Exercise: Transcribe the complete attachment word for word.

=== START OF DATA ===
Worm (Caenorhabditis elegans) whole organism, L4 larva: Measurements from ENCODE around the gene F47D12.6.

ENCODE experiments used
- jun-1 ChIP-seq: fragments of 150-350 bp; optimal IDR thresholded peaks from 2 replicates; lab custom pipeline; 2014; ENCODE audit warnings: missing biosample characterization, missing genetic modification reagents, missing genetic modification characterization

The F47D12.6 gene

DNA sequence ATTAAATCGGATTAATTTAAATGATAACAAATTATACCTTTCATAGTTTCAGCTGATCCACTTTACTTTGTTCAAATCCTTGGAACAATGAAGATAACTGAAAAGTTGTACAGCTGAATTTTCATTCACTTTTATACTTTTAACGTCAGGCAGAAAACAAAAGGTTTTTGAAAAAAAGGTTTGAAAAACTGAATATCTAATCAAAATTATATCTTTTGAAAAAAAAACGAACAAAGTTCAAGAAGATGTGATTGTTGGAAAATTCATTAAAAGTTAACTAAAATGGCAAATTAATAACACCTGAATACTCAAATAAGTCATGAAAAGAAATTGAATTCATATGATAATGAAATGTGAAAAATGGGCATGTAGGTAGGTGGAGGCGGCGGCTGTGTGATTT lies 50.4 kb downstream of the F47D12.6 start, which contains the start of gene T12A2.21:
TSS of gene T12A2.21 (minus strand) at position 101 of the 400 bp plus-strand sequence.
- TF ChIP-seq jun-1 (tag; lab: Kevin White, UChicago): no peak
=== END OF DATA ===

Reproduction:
Worm (Caenorhabditis elegans) whole organism, L4 larva: Measurements from ENCODE around the gene F47D12.6.

ENCODE experiments used
- jun-1 ChIP-seq: fragments of 150-350 bp; optimal IDR thresholded peaks from 2 replicates; lab custom pipeline; 2014; ENCODE audit warnings: missing biosample characterization, missing genetic modification reagents, missing genetic modification characterization

The F47D12.6 gene

DNA sequence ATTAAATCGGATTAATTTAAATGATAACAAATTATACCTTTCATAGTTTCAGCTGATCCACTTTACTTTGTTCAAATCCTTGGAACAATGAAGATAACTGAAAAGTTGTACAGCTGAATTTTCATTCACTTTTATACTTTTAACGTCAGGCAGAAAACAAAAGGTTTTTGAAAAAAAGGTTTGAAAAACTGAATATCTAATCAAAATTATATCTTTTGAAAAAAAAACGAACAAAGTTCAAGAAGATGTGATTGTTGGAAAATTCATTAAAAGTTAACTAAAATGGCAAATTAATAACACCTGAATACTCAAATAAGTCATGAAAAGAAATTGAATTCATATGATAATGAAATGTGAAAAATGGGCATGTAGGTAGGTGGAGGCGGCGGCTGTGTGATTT lies 50.4 kb downstream of the F47D12.6 start, which contains the start of gene T12A2.21:
TSS of gene T12A2.21 (minus strand) at position 101 of the 400 bp plus-strand sequence.
- TF ChIP-seq jun-1 (tag; lab: Kevin White, UChicago): no peak